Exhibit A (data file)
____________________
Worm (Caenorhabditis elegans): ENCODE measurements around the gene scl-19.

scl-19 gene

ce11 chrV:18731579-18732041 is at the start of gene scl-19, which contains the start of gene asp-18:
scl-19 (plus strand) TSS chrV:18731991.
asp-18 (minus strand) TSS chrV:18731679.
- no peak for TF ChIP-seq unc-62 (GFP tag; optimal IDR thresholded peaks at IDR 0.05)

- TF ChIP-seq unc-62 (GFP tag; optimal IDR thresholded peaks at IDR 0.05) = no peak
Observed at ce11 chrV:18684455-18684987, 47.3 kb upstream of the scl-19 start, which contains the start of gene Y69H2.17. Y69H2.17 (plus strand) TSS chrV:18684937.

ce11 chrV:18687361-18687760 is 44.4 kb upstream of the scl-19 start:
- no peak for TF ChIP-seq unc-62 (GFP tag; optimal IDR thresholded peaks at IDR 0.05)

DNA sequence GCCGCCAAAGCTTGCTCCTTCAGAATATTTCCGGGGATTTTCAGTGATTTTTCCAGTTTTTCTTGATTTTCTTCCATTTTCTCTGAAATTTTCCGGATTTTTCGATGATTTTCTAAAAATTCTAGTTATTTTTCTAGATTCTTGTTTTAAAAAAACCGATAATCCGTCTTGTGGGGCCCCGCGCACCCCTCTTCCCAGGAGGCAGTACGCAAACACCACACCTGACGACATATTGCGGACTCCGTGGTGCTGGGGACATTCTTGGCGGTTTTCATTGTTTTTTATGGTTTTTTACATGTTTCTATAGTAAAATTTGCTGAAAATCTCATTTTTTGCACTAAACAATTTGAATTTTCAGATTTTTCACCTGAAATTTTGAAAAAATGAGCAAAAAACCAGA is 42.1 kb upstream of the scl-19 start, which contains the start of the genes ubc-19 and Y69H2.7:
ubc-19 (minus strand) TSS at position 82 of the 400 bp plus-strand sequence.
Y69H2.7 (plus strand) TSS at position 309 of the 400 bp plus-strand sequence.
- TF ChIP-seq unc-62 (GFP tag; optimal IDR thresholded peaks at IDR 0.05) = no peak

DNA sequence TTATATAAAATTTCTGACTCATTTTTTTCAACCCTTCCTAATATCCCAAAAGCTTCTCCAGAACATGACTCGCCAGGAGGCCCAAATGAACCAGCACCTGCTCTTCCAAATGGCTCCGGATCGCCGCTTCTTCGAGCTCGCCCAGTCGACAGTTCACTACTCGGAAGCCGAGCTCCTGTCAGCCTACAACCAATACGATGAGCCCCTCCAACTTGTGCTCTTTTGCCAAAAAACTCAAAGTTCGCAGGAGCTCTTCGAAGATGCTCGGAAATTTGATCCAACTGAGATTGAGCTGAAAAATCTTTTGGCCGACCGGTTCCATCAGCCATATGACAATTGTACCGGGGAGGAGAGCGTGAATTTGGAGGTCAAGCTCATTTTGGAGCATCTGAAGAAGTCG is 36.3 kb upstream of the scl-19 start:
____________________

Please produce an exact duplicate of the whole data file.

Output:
Worm (Caenorhabditis elegans): ENCODE measurements around the gene scl-19.

scl-19 gene

ce11 chrV:18731579-18732041 is at the start of gene scl-19, which contains the start of gene asp-18:
scl-19 (plus strand) TSS chrV:18731991.
asp-18 (minus strand) TSS chrV:18731679.
- no peak for TF ChIP-seq unc-62 (GFP tag; optimal IDR thresholded peaks at IDR 0.05)

- TF ChIP-seq unc-62 (GFP tag; optimal IDR thresholded peaks at IDR 0.05) = no peak
Observed at ce11 chrV:18684455-18684987, 47.3 kb upstream of the scl-19 start, which contains the start of gene Y69H2.17. Y69H2.17 (plus strand) TSS chrV:18684937.

ce11 chrV:18687361-18687760 is 44.4 kb upstream of the scl-19 start:
- no peak for TF ChIP-seq unc-62 (GFP tag; optimal IDR thresholded peaks at IDR 0.05)

DNA sequence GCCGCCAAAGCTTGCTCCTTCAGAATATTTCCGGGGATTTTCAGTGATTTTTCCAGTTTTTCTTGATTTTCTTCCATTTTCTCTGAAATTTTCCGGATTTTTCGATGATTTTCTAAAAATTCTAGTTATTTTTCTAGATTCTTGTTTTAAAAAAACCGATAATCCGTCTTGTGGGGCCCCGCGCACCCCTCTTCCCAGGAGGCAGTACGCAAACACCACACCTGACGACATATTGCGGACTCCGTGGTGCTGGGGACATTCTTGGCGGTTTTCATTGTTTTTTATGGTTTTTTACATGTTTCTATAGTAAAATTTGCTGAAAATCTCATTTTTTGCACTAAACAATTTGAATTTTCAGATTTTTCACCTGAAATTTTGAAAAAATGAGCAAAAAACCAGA is 42.1 kb upstream of the scl-19 start, which contains the start of the genes ubc-19 and Y69H2.7:
ubc-19 (minus strand) TSS at position 82 of the 400 bp plus-strand sequence.
Y69H2.7 (plus strand) TSS at position 309 of the 400 bp plus-strand sequence.
- TF ChIP-seq unc-62 (GFP tag; optimal IDR thresholded peaks at IDR 0.05) = no peak

DNA sequence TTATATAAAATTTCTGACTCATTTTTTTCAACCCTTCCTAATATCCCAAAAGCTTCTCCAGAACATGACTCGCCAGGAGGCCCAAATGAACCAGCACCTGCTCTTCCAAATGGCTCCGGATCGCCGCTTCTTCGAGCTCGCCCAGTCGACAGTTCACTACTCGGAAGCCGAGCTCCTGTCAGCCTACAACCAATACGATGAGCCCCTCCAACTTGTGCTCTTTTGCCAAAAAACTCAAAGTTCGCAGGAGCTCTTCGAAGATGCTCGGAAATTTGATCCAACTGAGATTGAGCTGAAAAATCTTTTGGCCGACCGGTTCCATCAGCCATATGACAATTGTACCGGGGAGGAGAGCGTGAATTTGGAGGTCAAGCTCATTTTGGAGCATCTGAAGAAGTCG is 36.3 kb upstream of the scl-19 start: